(2) All forms of forced labor and traffic in human beings are prohibited.

(3) No child below the age of fourteen years shall be engaged in any factory or mine or any other hazardous employment.

Article 25 (1) of the Constitution says:

‘All citizens are equal before law and are entitled to equal protection of law’.

Article 32 of the Constitution says:

‘The State shall encourage local Government institutions composed of elected representatives of the areas concerned and in such institutions special representation will be given to peasants, workers and women’.

Article 38 of the Constitution reads:

‘The State shall-

(a) secure the well-being of the people, irrespective of sex, caste, creed or race, by raising their standard of living, by preventing the concentration of wealth and means of
production and distribution in the hands of a few to the detriment of general interest and by ensuring equitable adjustment of rights between employers and employees, and
landlords and tenants;

(b) provide for all citizens, within the available resources of the country, facilities for work and adequate livelihood with reasonable rest and leisure;

(c) provide for all persons employed in the service of Pakistan or otherwise, social security by compulsory social insurance or other means;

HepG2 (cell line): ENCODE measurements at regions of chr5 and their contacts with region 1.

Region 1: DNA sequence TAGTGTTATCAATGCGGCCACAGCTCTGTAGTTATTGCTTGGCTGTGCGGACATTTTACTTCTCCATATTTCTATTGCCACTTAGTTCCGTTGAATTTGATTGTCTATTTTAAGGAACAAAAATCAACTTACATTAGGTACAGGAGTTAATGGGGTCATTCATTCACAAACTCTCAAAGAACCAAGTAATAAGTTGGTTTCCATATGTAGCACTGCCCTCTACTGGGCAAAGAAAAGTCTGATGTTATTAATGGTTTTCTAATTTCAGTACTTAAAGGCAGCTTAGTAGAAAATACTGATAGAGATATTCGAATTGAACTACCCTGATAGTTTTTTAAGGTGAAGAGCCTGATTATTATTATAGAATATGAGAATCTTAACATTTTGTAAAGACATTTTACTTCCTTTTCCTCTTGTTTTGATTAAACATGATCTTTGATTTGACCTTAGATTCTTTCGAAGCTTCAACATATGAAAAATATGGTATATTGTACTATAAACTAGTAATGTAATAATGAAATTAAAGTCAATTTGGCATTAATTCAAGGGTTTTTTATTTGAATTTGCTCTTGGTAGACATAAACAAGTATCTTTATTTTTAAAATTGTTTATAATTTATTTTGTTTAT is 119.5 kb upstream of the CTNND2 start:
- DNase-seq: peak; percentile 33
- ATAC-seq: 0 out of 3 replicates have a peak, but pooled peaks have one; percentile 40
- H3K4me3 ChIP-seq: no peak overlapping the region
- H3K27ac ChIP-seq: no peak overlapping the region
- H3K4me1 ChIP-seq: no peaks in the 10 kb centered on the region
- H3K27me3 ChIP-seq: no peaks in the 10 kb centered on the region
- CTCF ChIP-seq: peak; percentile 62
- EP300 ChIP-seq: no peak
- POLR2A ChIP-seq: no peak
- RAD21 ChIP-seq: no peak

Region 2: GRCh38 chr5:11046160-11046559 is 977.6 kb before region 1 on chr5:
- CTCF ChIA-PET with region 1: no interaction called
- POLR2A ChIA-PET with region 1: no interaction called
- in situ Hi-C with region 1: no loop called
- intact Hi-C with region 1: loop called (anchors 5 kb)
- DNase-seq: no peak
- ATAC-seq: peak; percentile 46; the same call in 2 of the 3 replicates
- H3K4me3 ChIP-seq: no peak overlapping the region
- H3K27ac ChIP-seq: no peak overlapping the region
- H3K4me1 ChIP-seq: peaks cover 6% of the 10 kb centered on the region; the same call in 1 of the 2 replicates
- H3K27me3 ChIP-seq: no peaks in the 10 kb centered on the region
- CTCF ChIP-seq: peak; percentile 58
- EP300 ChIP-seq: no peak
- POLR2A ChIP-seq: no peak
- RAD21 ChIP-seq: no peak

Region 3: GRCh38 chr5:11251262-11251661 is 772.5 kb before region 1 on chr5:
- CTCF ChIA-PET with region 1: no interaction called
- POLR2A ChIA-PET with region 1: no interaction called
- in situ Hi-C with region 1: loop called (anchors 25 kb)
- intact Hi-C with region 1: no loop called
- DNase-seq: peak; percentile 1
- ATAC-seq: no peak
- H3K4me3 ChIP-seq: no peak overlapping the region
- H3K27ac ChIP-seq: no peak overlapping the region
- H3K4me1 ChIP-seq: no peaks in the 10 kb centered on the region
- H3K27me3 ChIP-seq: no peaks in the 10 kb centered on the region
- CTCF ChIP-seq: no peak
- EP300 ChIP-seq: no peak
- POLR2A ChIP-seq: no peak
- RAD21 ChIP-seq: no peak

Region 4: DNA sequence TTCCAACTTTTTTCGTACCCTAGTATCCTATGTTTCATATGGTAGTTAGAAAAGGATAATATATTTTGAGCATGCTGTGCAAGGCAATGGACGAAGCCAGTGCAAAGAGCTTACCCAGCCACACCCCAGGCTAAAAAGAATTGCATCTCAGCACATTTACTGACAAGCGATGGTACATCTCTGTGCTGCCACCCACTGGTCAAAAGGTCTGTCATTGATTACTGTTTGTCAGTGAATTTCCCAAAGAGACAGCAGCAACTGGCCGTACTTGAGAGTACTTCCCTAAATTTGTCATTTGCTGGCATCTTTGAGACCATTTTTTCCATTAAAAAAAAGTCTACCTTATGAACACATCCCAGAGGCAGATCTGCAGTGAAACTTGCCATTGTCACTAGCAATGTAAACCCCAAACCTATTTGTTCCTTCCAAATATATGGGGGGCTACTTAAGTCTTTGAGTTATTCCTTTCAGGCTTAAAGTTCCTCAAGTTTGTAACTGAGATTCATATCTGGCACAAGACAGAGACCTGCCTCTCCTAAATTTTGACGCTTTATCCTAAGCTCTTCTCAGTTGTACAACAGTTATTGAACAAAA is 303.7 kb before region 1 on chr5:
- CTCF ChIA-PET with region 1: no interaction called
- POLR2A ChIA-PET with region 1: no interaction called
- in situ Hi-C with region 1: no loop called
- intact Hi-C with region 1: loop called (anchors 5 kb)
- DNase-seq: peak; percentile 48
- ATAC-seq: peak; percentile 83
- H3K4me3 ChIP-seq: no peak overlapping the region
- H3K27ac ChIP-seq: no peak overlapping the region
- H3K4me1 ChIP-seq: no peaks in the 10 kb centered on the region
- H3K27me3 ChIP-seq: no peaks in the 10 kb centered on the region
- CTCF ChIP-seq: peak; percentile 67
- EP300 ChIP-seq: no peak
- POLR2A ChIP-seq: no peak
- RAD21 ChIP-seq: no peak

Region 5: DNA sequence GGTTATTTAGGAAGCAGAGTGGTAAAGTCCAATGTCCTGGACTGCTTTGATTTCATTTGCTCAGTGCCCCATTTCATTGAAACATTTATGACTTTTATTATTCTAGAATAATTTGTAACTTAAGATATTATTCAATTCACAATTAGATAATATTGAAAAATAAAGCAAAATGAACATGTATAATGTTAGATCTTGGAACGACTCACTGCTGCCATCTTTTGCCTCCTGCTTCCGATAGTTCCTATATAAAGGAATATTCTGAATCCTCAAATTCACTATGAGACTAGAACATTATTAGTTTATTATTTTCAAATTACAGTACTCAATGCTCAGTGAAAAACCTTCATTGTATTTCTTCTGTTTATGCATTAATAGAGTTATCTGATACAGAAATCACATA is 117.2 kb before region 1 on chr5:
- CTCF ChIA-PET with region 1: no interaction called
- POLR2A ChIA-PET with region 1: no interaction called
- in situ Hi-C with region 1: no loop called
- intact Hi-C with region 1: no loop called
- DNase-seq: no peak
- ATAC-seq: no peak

(d) provide basic necessities of life, such as food, clothing, housing , education and medical relief, for all such citizens, irrespective of sex caste, creed or race, as are permanently or temporarily unable to earn their livelihood on account of infirmity, sickness or unemployment;

(e) reduce disparity in the income and earnings of individuals, including persons in the various classes of the service of Pakistan; and

(f) eliminate riba as early as possible’.

Tell me which government, ruler, leader or political party, since inception of the constitution in 1973 has:
• Taken steps to stop concentration of wealth in few hands.
• Provided facilities for work and adequate livelihood to citizens.
• Provided basic necessities of life like food, shelter, education, medical etc to its those citizens who are unable to earn.
• Reduced disparity in the income and earnings of individuals (rather this disparity has increased over the period of time)
• Made even slightest effort to eliminate Riba (interest)
• Ensured an equal and just treatment to all its citizens under the law.
• Eliminated slavery and forced labor. Even today there are private jails of feudal lords and sardars in Sindh and Baluchistan.
• Encouraged local governments. The military dictators had encouraged it but the democratic governments have always avoided this constitutional responsibility.